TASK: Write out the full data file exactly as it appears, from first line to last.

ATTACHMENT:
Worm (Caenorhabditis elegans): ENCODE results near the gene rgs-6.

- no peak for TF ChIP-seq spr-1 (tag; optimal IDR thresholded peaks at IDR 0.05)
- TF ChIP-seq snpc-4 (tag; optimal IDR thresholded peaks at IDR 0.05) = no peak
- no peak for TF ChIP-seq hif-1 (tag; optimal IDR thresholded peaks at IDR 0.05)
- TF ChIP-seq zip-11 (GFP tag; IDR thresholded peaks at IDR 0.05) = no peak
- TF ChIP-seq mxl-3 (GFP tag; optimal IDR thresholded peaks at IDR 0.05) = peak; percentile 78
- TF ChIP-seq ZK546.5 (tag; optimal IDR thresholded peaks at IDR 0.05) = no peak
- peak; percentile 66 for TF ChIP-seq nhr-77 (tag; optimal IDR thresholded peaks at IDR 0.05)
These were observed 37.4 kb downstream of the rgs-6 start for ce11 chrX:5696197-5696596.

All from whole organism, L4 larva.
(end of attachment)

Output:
Worm (Caenorhabditis elegans): ENCODE results near the gene rgs-6.

- no peak for TF ChIP-seq spr-1 (tag; optimal IDR thresholded peaks at IDR 0.05)
- TF ChIP-seq snpc-4 (tag; optimal IDR thresholded peaks at IDR 0.05) = no peak
- no peak for TF ChIP-seq hif-1 (tag; optimal IDR thresholded peaks at IDR 0.05)
- TF ChIP-seq zip-11 (GFP tag; IDR thresholded peaks at IDR 0.05) = no peak
- TF ChIP-seq mxl-3 (GFP tag; optimal IDR thresholded peaks at IDR 0.05) = peak; percentile 78
- TF ChIP-seq ZK546.5 (tag; optimal IDR thresholded peaks at IDR 0.05) = no peak
- peak; percentile 66 for TF ChIP-seq nhr-77 (tag; optimal IDR thresholded peaks at IDR 0.05)
These were observed 37.4 kb downstream of the rgs-6 start for ce11 chrX:5696197-5696596.

All from whole organism, L4 larva.